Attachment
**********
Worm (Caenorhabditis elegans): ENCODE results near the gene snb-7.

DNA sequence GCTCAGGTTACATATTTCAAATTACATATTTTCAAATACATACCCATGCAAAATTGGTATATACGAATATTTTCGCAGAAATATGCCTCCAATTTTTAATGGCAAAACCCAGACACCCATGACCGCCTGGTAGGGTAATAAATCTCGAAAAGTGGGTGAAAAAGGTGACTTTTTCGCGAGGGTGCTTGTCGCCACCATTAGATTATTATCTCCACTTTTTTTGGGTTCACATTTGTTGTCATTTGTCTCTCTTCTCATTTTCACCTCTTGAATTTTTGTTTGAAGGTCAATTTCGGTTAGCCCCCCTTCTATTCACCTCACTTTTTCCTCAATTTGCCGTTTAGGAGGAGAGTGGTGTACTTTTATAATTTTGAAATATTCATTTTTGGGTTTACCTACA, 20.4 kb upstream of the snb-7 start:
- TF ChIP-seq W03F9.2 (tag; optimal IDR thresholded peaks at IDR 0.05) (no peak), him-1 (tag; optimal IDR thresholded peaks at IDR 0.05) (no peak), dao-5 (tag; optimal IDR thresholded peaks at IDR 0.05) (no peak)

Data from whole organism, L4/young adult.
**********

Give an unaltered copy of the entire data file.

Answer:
Worm (Caenorhabditis elegans): ENCODE results near the gene snb-7.

DNA sequence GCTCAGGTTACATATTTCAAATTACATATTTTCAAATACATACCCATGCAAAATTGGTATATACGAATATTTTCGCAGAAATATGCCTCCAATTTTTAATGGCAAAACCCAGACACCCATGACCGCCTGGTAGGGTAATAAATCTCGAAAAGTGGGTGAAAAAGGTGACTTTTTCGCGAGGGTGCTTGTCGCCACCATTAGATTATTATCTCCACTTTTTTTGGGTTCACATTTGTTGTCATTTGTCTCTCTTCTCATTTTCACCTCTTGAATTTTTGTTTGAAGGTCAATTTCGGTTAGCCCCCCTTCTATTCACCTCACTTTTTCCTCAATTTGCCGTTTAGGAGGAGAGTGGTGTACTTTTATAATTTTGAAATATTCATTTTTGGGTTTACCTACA, 20.4 kb upstream of the snb-7 start:
- TF ChIP-seq W03F9.2 (tag; optimal IDR thresholded peaks at IDR 0.05) (no peak), him-1 (tag; optimal IDR thresholded peaks at IDR 0.05) (no peak), dao-5 (tag; optimal IDR thresholded peaks at IDR 0.05) (no peak)

Data from whole organism, L4/young adult.